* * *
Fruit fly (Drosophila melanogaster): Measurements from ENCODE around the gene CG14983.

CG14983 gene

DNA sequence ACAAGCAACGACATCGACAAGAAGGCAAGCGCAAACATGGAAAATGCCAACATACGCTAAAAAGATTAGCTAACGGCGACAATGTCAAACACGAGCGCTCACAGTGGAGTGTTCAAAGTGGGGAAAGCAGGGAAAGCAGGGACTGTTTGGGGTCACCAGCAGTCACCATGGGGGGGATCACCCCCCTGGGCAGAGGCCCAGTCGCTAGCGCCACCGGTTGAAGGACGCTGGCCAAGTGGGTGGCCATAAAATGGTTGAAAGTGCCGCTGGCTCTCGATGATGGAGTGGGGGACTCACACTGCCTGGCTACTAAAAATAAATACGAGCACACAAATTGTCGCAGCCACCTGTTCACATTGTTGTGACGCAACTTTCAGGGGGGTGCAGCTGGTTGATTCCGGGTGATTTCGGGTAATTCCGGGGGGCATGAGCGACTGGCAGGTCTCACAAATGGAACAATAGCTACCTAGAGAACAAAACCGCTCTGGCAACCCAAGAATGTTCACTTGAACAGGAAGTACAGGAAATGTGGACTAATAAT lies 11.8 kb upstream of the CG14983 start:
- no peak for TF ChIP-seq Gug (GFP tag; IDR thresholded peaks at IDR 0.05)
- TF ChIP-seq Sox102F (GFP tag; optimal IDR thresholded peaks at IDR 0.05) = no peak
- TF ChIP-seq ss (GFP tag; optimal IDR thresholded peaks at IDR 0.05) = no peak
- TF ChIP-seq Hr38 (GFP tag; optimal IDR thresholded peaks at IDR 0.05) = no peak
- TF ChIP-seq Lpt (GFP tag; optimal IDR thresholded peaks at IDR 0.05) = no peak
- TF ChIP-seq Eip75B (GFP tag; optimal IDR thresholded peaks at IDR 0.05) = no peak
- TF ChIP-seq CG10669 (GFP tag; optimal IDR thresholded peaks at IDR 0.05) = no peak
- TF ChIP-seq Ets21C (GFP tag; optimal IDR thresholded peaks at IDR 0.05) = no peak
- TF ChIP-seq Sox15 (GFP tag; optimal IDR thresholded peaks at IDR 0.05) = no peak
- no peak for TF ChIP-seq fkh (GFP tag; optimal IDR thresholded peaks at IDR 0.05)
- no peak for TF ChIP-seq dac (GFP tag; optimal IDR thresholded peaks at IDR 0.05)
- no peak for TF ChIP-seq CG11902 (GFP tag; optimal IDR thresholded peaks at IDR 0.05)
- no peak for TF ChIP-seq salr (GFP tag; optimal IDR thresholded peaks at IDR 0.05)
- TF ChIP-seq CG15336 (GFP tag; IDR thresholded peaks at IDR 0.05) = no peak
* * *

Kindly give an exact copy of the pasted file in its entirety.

Fruit fly (Drosophila melanogaster): Measurements from ENCODE around the gene CG14983.

CG14983 gene

DNA sequence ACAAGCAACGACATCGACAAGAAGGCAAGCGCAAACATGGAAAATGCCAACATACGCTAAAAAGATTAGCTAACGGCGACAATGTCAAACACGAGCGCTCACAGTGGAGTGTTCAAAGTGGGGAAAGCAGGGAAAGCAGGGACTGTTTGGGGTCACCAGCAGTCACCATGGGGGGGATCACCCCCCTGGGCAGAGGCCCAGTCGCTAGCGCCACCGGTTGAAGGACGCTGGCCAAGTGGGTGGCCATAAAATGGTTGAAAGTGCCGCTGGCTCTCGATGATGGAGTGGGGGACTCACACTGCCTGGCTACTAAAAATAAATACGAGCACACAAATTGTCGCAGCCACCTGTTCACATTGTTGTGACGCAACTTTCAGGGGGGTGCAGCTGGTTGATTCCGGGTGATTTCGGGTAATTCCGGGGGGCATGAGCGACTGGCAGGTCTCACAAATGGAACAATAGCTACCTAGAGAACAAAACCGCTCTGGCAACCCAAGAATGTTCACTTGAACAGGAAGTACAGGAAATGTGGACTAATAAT lies 11.8 kb upstream of the CG14983 start:
- no peak for TF ChIP-seq Gug (GFP tag; IDR thresholded peaks at IDR 0.05)
- TF ChIP-seq Sox102F (GFP tag; optimal IDR thresholded peaks at IDR 0.05) = no peak
- TF ChIP-seq ss (GFP tag; optimal IDR thresholded peaks at IDR 0.05) = no peak
- TF ChIP-seq Hr38 (GFP tag; optimal IDR thresholded peaks at IDR 0.05) = no peak
- TF ChIP-seq Lpt (GFP tag; optimal IDR thresholded peaks at IDR 0.05) = no peak
- TF ChIP-seq Eip75B (GFP tag; optimal IDR thresholded peaks at IDR 0.05) = no peak
- TF ChIP-seq CG10669 (GFP tag; optimal IDR thresholded peaks at IDR 0.05) = no peak
- TF ChIP-seq Ets21C (GFP tag; optimal IDR thresholded peaks at IDR 0.05) = no peak
- TF ChIP-seq Sox15 (GFP tag; optimal IDR thresholded peaks at IDR 0.05) = no peak
- no peak for TF ChIP-seq fkh (GFP tag; optimal IDR thresholded peaks at IDR 0.05)
- no peak for TF ChIP-seq dac (GFP tag; optimal IDR thresholded peaks at IDR 0.05)
- no peak for TF ChIP-seq CG11902 (GFP tag; optimal IDR thresholded peaks at IDR 0.05)
- no peak for TF ChIP-seq salr (GFP tag; optimal IDR thresholded peaks at IDR 0.05)
- TF ChIP-seq CG15336 (GFP tag; IDR thresholded peaks at IDR 0.05) = no peak